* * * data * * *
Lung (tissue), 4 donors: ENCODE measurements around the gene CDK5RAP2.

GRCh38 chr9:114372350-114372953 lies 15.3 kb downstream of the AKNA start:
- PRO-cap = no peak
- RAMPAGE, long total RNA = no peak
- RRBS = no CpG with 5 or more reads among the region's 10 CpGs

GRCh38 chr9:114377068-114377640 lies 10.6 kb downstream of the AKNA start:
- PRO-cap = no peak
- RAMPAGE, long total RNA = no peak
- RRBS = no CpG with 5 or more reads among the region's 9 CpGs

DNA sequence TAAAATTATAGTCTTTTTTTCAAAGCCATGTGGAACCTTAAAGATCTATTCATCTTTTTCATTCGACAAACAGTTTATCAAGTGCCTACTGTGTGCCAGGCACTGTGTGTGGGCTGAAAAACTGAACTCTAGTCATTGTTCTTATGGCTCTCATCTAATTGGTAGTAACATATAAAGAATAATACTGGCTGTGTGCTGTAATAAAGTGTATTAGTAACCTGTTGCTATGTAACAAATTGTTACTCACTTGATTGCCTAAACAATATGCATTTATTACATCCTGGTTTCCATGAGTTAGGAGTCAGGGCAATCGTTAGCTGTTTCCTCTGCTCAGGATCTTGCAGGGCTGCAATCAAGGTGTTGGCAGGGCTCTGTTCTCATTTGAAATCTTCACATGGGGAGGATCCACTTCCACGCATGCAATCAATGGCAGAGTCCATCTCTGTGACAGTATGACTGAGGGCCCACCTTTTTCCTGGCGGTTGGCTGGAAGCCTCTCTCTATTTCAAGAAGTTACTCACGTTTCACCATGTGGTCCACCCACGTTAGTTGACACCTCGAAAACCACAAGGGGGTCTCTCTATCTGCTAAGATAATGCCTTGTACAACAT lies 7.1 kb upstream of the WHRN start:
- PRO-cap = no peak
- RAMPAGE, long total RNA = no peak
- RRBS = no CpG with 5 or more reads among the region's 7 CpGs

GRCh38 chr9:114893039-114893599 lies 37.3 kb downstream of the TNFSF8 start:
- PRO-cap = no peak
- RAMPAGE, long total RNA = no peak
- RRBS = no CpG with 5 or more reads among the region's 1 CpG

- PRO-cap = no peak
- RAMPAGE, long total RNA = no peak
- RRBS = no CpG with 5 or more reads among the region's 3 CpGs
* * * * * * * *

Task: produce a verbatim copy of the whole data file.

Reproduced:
Lung (tissue), 4 donors: ENCODE measurements around the gene CDK5RAP2.

GRCh38 chr9:114372350-114372953 lies 15.3 kb downstream of the AKNA start:
- PRO-cap = no peak
- RAMPAGE, long total RNA = no peak
- RRBS = no CpG with 5 or more reads among the region's 10 CpGs

GRCh38 chr9:114377068-114377640 lies 10.6 kb downstream of the AKNA start:
- PRO-cap = no peak
- RAMPAGE, long total RNA = no peak
- RRBS = no CpG with 5 or more reads among the region's 9 CpGs

DNA sequence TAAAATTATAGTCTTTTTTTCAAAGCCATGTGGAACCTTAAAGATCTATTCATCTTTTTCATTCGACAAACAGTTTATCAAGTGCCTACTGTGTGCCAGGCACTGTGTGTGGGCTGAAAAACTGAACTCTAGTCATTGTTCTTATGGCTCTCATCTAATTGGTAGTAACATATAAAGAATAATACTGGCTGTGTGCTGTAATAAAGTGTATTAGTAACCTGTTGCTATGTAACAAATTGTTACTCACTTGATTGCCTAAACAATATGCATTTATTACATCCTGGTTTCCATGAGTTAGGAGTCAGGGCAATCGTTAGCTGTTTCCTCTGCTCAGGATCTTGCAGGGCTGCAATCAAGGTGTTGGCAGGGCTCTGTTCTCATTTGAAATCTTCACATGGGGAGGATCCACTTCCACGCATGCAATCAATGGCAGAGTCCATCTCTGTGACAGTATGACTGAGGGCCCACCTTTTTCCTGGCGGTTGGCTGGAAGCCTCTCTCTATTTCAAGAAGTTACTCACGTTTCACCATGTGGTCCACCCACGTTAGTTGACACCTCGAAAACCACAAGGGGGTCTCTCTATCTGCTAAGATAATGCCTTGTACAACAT lies 7.1 kb upstream of the WHRN start:
- PRO-cap = no peak
- RAMPAGE, long total RNA = no peak
- RRBS = no CpG with 5 or more reads among the region's 7 CpGs

GRCh38 chr9:114893039-114893599 lies 37.3 kb downstream of the TNFSF8 start:
- PRO-cap = no peak
- RAMPAGE, long total RNA = no peak
- RRBS = no CpG with 5 or more reads among the region's 1 CpG

- PRO-cap = no peak
- RAMPAGE, long total RNA = no peak
- RRBS = no CpG with 5 or more reads among the region's 3 CpGs